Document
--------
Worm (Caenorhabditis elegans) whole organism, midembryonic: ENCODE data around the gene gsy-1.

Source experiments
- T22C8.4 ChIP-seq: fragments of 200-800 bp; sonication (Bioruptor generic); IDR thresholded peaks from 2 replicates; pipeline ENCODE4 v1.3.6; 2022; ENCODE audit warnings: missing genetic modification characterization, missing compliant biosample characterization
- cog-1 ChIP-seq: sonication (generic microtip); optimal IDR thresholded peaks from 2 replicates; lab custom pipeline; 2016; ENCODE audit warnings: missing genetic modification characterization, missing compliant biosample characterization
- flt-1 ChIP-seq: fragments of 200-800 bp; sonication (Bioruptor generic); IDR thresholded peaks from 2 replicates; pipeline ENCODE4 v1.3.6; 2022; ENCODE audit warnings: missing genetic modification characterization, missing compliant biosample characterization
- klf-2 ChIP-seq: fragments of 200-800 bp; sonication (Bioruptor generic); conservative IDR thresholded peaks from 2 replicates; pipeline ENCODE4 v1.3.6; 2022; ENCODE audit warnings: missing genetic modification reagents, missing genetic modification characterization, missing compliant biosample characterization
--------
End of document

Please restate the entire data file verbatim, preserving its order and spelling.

Worm (Caenorhabditis elegans) whole organism, midembryonic: ENCODE data around the gene gsy-1.

Source experiments
- T22C8.4 ChIP-seq: fragments of 200-800 bp; sonication (Bioruptor generic); IDR thresholded peaks from 2 replicates; pipeline ENCODE4 v1.3.6; 2022; ENCODE audit warnings: missing genetic modification characterization, missing compliant biosample characterization
- cog-1 ChIP-seq: sonication (generic microtip); optimal IDR thresholded peaks from 2 replicates; lab custom pipeline; 2016; ENCODE audit warnings: missing genetic modification characterization, missing compliant biosample characterization
- flt-1 ChIP-seq: fragments of 200-800 bp; sonication (Bioruptor generic); IDR thresholded peaks from 2 replicates; pipeline ENCODE4 v1.3.6; 2022; ENCODE audit warnings: missing genetic modification characterization, missing compliant biosample characterization
- klf-2 ChIP-seq: fragments of 200-800 bp; sonication (Bioruptor generic); conservative IDR thresholded peaks from 2 replicates; pipeline ENCODE4 v1.3.6; 2022; ENCODE audit warnings: missing genetic modification reagents, missing genetic modification characterization, missing compliant biosample characterization